How to Make a Vibrant Preserved Moss Wall (8 Simple Steps)

Moss is an organic fabric of sorts, full of vibrant color and texture.

Which makes a moss wall the latest and greatest way to craft a truly natural piece of art to hang in the home.

As well as being relatively affordable and easy to construct (even for someone without a craft background) moss walls are eye-catching and zero-maintenance. 

Come with me as I walk you carefully through all 8 steps to creating your first mossy masterpiece.

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Preserved Moss Wall Art – An Overview

First, let’s just clear something up. 

I did indeed write that moss walls are zero maintenance. 

How can this be, you ask? 

Well, moss walls typically are made using preserved moss rather than live moss (I’ve written a whole article about preserved moss if you’d like to know more). 

Preserved moss was once living and has since had its water content replaced with a non-toxic preservative like glycerol so that it may retain its fluffy consistency – food-grade dye is then used to enhance color. 

What About a Living Moss Wall?

Whereas preserved moss requires zero upkeep, live moss requires  constant misting in an interior environment to remain healthy. 

While this task is tedious at best, the excess water is also likely to stimulate molding on your walls, potentially damaging the property and creating an unhealthy environment. 

It’s not that living moss walls aren’t possible – but we recommend keeping them outside.   

Plus, large quantities of preserved moss are much easier to come by and are 100% pest-free! (You can even do it yourself – here’s how to preserve moss at home).

Now that the caveats are out of the way, let’s get into the good stuff. 

What Do You Need to Make a DIY Moss Wall? 

1 | Frame or Panel 

To begin, you’ll need to source some sort of backing on which you’ll create your moss art.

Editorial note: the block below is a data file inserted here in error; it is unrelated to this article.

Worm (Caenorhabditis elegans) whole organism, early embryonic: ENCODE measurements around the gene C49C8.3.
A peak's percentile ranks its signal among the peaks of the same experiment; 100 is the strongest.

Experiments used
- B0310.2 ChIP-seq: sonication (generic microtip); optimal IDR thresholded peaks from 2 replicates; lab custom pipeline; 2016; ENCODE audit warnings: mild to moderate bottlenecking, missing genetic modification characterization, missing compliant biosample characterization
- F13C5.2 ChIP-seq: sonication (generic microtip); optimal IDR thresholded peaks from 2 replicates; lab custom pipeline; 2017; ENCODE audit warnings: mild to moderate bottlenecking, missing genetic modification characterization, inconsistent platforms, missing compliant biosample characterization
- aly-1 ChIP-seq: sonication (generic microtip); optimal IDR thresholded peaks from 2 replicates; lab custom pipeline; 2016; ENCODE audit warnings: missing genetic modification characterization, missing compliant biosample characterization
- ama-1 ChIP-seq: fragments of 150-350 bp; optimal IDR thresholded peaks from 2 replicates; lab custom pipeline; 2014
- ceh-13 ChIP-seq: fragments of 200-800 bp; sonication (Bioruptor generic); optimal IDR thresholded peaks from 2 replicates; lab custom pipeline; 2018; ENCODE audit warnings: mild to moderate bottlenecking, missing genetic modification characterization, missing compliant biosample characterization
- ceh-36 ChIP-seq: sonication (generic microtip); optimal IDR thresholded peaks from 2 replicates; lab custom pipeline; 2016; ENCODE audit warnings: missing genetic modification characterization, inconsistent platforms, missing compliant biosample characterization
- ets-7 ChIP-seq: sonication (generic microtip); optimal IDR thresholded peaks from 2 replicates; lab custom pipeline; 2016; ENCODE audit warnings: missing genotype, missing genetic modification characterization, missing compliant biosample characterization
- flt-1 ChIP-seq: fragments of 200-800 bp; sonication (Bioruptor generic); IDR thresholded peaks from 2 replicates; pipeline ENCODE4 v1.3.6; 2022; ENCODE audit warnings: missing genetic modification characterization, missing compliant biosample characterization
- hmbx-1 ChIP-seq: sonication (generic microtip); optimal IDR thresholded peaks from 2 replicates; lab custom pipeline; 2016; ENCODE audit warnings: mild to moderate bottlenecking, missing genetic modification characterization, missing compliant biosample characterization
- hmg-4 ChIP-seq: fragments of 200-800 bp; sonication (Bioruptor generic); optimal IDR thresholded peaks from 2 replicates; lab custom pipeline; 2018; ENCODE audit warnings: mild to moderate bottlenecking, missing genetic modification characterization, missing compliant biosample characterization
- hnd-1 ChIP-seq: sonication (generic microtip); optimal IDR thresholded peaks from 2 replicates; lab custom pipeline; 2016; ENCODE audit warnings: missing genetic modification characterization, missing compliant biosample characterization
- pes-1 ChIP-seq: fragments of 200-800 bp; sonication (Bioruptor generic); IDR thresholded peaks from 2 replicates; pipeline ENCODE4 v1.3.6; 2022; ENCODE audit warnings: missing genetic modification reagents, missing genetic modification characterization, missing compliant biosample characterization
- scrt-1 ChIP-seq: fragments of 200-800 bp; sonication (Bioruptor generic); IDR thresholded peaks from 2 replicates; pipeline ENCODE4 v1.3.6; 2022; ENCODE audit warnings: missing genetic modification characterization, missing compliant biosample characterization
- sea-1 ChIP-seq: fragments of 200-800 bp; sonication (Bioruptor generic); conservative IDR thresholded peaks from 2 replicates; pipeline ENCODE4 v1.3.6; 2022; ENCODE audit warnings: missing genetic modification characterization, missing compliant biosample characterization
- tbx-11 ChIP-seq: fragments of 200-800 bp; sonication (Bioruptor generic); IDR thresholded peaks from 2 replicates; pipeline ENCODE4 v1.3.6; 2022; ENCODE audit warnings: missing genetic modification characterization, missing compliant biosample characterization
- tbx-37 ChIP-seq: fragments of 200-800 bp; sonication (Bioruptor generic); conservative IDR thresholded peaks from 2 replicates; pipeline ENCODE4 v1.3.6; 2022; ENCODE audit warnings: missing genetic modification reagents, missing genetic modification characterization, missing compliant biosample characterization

I use wooden frames, though other types of frames would work also, so long as the glue you use can bond with it.  

I choose wood partly because of its aesthetic, durability, and relationship with the glues I use. 

Preserved moss wall
A simple wooden frame is more than enough for a moss wall – the highlight is the moss!

You could also use a flat wooden panel/plywood piece instead of a frame. 

Again, I like to work with frames as they neatly contain the glue that I choose to use. 

Your frame can be any shape and any size. 

Squares, rectangles, circles, hexagons, dodecahedrons, rhombicosidodecahedrons, tesseracts – whatever! 

Diversity FTW. 

2 | Wood Glue + Super Glue 

One of the central components of a solid moss mount is a reliable glue with a good bond. 

Though there is a myriad of glues out there, I prefer to use Gorilla’s wood glue. It spreads easily, has a strong grip, and is quite affordable in large quantities. 

The only downside to Gorilla’s wood glue is that it will take 24 hours to set, but this isn’t uncommon and so long as you’re not in a rush shouldn’t be too much of an issue. 

I also make sure to have some superglue on hand (also Gorilla) to help reinforce hardscape elements and fill in gaps at the end of the build. 

3 | Preserved Moss 

Now, as mentioned, I have written an article all about preserved moss, including common types and applications, so I’ll keep this section brief.